Monday, December 25, 2006

Christmas Letter 2006

The Neil Family News

December 25, 2006

Uroru Gos tu Afriku
Annika has started first grade, at age 7 as they do in Sweden. Taking after her mother, her favorite subject is math. She completed her first short story, "Uroru Gos tu Afriku" (Aurora goes to Afrika) in which the heroine manages to fly on an erplan, meet Mark (who wus veri smart), get marid and of course they livd hapli evur aftor, written in creative but phonetical spelling.

In addition to violin, tennis and figure skating, she has started horseback riding and loves it. She spent a week of all-day riding in Switzerland in a throw-them-on-the-horse-and-go school, and then started at the local stable in the mom-has-to-lead-the-horse variation. Despite precautions (and mom’s lead), she still managed to get thrown, proving the merit of investing in safety gear, even at the entry level! She is back in the saddle again, and feels that she is one step closer (one fall closer?) to becoming a "real rider".

She would very much like a horse for Christmas, but understands that Santa requires parental approval (which is not very likely).

The Food Chain
Benjamin is a charming 5-year-old, and has just started mini-hockey, which he loves. Though he really has very little clue what he is supposed to do with the puck, and the facemask is mostly to protect him from the other kids’ sticks, his skating has improved immensely, and he can’t wait for the next class.

Despite his mom’s current occupation, he rarely plays with toys, preferring couch cushions and blankets, as he builds forts and houses – clearly a future real-estate professional. When not consumed with construction, he is setting up for a party or a store, or pretty much anything involving consumption of cookies.

Benjamin spent the summer learning to swim. After a couple of weeks of splashing around with no progress, he mastered the art of swimming forwards, and now looks remarkably like a fish in the water.

His most recent interests have been in the food chain and in understanding real and imaginary. Questions range from, "What do dragons eat?" to "Is Pooh real?"

Benjamin would like for Santa to bring him an ice cream machine so that he can expand the offerings at his cookie store.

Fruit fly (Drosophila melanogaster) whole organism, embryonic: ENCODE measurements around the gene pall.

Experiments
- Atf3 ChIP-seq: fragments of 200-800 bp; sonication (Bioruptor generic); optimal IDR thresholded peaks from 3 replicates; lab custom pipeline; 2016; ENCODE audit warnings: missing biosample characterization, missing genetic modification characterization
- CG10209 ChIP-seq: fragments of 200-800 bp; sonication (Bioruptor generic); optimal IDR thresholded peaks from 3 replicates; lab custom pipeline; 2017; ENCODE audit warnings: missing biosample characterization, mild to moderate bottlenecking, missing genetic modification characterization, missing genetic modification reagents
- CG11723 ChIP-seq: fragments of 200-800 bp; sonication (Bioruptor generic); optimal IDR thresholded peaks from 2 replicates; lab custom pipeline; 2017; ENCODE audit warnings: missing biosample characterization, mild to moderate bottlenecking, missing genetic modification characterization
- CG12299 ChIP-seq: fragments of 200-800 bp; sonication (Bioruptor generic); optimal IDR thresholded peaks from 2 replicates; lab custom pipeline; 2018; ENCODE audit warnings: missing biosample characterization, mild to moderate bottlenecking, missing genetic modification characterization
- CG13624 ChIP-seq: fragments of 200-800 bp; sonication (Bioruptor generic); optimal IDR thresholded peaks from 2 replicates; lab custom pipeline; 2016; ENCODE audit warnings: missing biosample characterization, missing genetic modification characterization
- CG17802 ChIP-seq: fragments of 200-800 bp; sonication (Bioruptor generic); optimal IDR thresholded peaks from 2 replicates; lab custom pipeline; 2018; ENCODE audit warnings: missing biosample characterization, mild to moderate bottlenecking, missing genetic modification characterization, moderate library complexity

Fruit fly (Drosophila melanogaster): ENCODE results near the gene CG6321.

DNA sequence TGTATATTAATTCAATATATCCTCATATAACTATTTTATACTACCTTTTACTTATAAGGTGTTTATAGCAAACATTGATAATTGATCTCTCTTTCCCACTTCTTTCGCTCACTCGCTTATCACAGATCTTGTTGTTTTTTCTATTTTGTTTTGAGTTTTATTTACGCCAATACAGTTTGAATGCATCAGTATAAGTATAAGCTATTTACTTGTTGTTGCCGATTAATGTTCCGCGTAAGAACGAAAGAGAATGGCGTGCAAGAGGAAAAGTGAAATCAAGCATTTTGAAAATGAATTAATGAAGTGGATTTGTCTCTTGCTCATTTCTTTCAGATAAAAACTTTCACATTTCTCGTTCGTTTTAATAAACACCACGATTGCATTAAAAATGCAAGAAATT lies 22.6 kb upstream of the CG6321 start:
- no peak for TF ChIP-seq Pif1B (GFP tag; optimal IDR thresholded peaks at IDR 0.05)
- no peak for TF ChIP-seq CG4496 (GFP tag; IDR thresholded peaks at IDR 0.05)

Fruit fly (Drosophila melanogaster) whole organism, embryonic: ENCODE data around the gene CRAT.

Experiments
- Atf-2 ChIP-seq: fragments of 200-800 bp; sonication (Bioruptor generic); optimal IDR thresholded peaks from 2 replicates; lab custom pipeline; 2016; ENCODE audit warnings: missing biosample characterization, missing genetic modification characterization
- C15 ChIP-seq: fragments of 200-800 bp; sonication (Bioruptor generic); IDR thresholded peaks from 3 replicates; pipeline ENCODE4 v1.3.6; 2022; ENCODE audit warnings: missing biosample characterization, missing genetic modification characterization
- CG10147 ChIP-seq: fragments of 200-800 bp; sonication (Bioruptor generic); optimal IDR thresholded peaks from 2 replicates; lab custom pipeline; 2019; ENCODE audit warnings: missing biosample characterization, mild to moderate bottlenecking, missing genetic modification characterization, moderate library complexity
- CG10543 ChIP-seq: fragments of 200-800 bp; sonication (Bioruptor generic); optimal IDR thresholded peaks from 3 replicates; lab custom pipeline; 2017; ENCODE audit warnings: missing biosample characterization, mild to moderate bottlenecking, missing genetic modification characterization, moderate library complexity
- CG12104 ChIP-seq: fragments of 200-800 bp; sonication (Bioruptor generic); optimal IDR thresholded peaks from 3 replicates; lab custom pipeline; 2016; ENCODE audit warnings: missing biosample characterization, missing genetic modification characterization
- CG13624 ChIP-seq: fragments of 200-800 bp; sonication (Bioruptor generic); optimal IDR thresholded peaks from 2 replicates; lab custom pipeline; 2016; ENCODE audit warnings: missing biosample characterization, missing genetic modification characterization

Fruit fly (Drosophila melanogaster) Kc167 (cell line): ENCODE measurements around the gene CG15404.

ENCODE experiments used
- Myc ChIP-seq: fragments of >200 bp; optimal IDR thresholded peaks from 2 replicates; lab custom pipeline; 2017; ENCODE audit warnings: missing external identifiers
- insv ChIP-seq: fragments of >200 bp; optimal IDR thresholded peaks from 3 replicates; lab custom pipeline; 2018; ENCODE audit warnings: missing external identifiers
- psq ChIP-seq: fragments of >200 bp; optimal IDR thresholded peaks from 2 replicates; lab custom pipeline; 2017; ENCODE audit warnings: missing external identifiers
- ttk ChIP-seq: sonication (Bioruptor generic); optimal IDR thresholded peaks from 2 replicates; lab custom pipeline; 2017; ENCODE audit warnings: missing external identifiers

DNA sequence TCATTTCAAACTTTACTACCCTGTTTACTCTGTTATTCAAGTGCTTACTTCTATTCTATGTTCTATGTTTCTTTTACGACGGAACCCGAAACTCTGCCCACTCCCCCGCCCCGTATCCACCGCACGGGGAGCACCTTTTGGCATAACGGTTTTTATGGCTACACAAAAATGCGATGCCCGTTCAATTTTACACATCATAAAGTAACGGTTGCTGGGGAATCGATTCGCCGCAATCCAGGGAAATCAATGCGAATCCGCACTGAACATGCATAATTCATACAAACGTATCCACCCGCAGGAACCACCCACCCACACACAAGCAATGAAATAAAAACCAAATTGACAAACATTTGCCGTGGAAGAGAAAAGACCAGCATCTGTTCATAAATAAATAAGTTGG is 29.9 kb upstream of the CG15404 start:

I NOT Little
Christopher is a big 3, and the biggest insult you could deliver would be to suggest that he is little – which results in immediate tears and an insistent statement, "I not little – I big!" Of course, his constant companion is still Baby Two Rags, a blue teddy bear and two (or more) burp rags.

Not willing to be left behind, he tried skiing last spring (at age 2 ½). He LOVED it, going straight down the hill, held back only by the ski reins. He managed an hour or so at a time, before tiring so much that he put his head down on the snow to rest, like a tiny tripod. He is now ice skating as well, and enjoys it as long as he isn’t expected to do what the rest of the group is doing – Mr. Independent!

With all our travel over the past year, Christopher is now premier on United, probably one of the younger members, and one of the few who likes to take a bath with his silver card.

Cash Flow Crisis
David’s property business, Genesta, is doing well, and keeping him traveling to Finland and Baltics. At least there, nobody expects him to speak Finnish!

Leigh has now dived into internet retail with her toy store, ABC Leksaker (A, B & C after the children, and Leksaker meaning toys). The business is growing, and the inventory is expanding even faster! ABC is still a one-person operation, and Leigh is feeling a bit like Santa’s elf, packing and shipping over 1600 orders, 400 in December alone!

Unseasonably Warm
In a country where everyone complains about the length of the winter, we are surprised at the number who are now complaining about the lack thereof. It will be a green Christmas in Sweden, save for the lucky family who manages to win a truckload of snow in a newspaper lottery.

The warmer temps have not harmed our seasonal activities – skating in all its forms. We now spend three hours at the rink every Saturday with hockey, figure skating and beginning skating. However, the mud content of the kids’ clothes has even led us to dream of freezing temperatures - and snow!

Sad News
Last year, we were called back to the States right before Christmas, and last year’s Christmas letter never got sent… or even written. Leigh’s father was not doing well, and we expected the worst. His condition improved, and we celebrated his 75th birthday with him in Lubbock in May. However, he passed away in July, and luckily we were there with him. We miss him greatly.

We wish you a wonderful Christmas and a fantastic New Year!

The Neils

Friday, December 15, 2006

The Mysterious Uncle Benny

In Swedish dagis, the kids do lots of crafts and gifts, especially around Christmas time. They usually wrap them and take them home to be given to various family members. Imagine our surprise when we received a package labeled "Merry Christmas Uncle Benny from Christopher". We racked our brains, trying to imagine who he could be. Christopher's uncles are Mark (Mak), Doug (Duk) and Rob (Wap), but nothing even approaching Benny or even two syllables.

Of course, Annika should have prepared us... One day when she was about 2, we were looking at an IKEA catalog (as one does in Sweden) and she started pointing at the pages and saying "fuck". Given that that particular four-letter word doesn't make up a large percentage of David's and my vocabulary, we wondered where she could have picked it up. I asked at dagis, and they were as mystified as I was, until we realized that the place for all their papers is a FACK, with a very long Swedish A-sound. Of course, we haven't met any French seals yet... (foque)

So back to Uncle Benny... we finally realized that Christopher tends to drop a few letters in various words. His word for "everybody" ranges from "eh-be" (which I mistook for Eva for a while) to "eh-biddy", and somewhere in the middle, the dagis must have heard Uncle Benny.